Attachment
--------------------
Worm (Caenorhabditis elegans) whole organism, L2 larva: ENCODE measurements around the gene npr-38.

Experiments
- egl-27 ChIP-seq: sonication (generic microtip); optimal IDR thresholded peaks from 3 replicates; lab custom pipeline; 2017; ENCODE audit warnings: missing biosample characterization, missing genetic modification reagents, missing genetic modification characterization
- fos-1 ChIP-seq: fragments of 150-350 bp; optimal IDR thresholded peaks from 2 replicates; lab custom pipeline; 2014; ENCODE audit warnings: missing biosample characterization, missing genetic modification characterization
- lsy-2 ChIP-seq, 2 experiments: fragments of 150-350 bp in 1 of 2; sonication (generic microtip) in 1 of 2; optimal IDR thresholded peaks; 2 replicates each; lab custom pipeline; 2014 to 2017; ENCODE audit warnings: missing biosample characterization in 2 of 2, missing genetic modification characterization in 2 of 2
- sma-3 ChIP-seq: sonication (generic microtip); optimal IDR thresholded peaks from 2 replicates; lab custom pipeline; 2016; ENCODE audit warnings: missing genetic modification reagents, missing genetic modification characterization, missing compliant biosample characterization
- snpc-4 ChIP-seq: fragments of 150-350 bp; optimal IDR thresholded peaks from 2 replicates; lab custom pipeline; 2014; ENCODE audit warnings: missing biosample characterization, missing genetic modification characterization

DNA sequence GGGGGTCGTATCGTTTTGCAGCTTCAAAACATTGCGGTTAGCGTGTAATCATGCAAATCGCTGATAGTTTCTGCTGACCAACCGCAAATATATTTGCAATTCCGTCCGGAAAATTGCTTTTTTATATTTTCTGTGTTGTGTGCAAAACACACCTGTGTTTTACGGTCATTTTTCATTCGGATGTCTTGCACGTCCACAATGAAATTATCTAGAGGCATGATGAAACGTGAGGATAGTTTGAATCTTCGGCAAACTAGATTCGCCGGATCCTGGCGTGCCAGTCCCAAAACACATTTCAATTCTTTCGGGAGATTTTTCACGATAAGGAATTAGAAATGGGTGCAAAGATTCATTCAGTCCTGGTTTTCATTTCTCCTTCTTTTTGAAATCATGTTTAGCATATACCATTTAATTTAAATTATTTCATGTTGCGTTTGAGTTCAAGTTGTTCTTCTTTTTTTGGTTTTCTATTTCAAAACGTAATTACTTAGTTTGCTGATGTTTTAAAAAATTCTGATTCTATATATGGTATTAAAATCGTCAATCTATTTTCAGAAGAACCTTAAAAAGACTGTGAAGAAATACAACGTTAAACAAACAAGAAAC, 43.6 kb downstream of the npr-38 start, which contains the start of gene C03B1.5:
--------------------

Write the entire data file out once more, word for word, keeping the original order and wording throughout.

Worm (Caenorhabditis elegans) whole organism, L2 larva: ENCODE measurements around the gene npr-38.

Experiments
- egl-27 ChIP-seq: sonication (generic microtip); optimal IDR thresholded peaks from 3 replicates; lab custom pipeline; 2017; ENCODE audit warnings: missing biosample characterization, missing genetic modification reagents, missing genetic modification characterization
- fos-1 ChIP-seq: fragments of 150-350 bp; optimal IDR thresholded peaks from 2 replicates; lab custom pipeline; 2014; ENCODE audit warnings: missing biosample characterization, missing genetic modification characterization
- lsy-2 ChIP-seq, 2 experiments: fragments of 150-350 bp in 1 of 2; sonication (generic microtip) in 1 of 2; optimal IDR thresholded peaks; 2 replicates each; lab custom pipeline; 2014 to 2017; ENCODE audit warnings: missing biosample characterization in 2 of 2, missing genetic modification characterization in 2 of 2
- sma-3 ChIP-seq: sonication (generic microtip); optimal IDR thresholded peaks from 2 replicates; lab custom pipeline; 2016; ENCODE audit warnings: missing genetic modification reagents, missing genetic modification characterization, missing compliant biosample characterization
- snpc-4 ChIP-seq: fragments of 150-350 bp; optimal IDR thresholded peaks from 2 replicates; lab custom pipeline; 2014; ENCODE audit warnings: missing biosample characterization, missing genetic modification characterization

DNA sequence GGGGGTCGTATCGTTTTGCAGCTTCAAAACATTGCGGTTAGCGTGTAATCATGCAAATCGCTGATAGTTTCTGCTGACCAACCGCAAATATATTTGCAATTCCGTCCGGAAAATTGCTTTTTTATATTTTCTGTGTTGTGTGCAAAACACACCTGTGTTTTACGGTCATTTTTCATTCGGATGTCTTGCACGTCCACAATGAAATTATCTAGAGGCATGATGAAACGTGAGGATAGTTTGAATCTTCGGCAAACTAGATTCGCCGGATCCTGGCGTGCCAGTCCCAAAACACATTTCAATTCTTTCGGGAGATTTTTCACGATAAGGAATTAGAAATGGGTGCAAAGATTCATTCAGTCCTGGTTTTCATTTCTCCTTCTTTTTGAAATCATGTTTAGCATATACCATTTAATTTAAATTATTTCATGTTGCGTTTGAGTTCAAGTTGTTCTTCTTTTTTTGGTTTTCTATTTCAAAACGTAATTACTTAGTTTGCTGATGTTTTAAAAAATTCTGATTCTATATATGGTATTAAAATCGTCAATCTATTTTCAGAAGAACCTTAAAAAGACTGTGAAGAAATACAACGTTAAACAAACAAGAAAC, 43.6 kb downstream of the npr-38 start, which contains the start of gene C03B1.5: